“The mother’s body doesn’t do the work of construction, but it does provide the building materials, most of which are syphoned to the developing embryo by the placenta via the umbilical cord (a remnant of that period in our development is our navel). Recall that you had claimed that my point about assembling the ingredients in the apple sid analogy was incorrect. Well, the umbilicus refutes that false belief”

          You most certainly claimed the latter.

          • “You most certainly claimed the latter.”

            The latter being, in your words, “getting its organs and bodily structures from the mother via the umbilical cord.”

            What is gets is there wherewithal to produce those organs, I apologise if you somehow read into my statements that odd notion that bits of the embryo were formed by the mother and then sent to the embryo to be assembled. It is certainly the case that virtually all of the material (nutrition is part of it, but not all) required to make the baby is delivered by the mother.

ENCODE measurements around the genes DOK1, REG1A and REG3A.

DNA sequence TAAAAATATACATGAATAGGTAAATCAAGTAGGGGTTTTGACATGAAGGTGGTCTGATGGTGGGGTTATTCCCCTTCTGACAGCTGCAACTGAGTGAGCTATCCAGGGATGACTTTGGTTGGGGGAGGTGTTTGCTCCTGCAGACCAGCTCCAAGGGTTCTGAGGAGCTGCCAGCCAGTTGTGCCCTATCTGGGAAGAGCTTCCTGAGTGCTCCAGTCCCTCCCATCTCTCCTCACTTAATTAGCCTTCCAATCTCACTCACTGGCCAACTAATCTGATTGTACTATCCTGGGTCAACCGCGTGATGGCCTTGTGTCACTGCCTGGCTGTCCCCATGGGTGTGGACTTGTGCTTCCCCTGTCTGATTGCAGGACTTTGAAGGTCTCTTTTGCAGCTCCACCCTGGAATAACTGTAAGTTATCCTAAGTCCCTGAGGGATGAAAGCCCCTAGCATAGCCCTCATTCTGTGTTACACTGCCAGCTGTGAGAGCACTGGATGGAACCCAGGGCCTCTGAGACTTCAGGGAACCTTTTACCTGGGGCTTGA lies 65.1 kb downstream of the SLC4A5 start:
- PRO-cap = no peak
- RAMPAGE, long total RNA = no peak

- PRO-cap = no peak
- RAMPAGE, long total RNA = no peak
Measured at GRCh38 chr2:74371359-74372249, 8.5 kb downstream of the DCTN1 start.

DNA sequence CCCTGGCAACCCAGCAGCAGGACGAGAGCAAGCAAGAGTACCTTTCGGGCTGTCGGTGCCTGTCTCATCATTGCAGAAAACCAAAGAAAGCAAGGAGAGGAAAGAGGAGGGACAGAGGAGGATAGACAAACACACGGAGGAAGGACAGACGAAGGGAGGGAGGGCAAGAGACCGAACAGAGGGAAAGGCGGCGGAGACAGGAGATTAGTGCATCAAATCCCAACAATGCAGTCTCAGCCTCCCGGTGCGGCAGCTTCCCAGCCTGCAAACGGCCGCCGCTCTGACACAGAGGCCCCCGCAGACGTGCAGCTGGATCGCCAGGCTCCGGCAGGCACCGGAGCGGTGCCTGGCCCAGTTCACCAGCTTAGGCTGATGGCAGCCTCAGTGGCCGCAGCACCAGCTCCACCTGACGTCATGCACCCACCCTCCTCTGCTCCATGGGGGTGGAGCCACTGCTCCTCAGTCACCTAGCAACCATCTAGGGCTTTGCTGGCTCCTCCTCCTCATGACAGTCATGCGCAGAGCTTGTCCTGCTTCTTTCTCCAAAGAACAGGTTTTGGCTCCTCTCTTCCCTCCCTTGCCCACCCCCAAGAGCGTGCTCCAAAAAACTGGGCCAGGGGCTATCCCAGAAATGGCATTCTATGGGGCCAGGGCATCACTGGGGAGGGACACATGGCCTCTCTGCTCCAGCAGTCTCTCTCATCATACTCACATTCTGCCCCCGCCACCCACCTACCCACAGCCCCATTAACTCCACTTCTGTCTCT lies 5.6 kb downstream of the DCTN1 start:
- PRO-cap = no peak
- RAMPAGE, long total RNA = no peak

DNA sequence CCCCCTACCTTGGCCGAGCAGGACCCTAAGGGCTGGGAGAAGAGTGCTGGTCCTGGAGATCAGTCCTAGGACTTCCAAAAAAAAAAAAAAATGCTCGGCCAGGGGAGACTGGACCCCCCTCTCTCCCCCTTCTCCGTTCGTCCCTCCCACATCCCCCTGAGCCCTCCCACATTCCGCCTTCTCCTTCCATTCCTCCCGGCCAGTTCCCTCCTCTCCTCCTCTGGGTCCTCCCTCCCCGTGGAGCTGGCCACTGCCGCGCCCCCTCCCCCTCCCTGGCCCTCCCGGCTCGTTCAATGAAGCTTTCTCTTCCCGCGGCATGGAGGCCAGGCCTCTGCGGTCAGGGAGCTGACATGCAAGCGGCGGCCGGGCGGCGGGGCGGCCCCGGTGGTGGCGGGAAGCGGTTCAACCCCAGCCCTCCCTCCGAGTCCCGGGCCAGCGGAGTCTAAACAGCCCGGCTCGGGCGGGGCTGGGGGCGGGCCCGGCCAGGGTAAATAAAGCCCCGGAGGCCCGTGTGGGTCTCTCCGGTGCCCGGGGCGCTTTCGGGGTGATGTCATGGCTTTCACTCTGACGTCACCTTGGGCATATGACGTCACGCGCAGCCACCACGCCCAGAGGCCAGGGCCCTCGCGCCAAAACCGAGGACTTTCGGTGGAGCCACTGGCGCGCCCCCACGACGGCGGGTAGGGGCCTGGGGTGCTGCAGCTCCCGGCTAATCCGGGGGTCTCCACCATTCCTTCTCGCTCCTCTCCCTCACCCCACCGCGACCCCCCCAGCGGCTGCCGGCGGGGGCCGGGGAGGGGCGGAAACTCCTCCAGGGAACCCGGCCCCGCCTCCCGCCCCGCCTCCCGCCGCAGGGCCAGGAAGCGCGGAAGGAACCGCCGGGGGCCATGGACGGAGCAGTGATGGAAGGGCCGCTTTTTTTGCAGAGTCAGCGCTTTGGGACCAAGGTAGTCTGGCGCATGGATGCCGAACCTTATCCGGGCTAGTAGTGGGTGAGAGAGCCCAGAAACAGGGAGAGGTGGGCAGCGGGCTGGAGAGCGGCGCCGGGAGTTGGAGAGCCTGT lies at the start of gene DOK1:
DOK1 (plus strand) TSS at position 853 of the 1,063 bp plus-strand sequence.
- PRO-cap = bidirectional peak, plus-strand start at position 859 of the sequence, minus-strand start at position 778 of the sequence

Consider this: for our reptilian ancestors, the embryo formed from a self-contained amniote. For their amphibian ancestors a similar package was formed, but it had to be laid in water because the casing was not waterproof.

            In those animals the work of the mother went into producing the egg with a substantial package of material (nutrition, if you like) from which the embryo could produce the hatchling. In placental mammals, the revolutionary change is to provide an ongoing connection with the mother. It is for this reason that, for instance, the developing embryo may be susceptible to toxic materials in the mother’s blood (for instance, fetal alcohol syndrome), diseases (rubella), and nutritional deficiencies (lack of folate leading to spina bifida).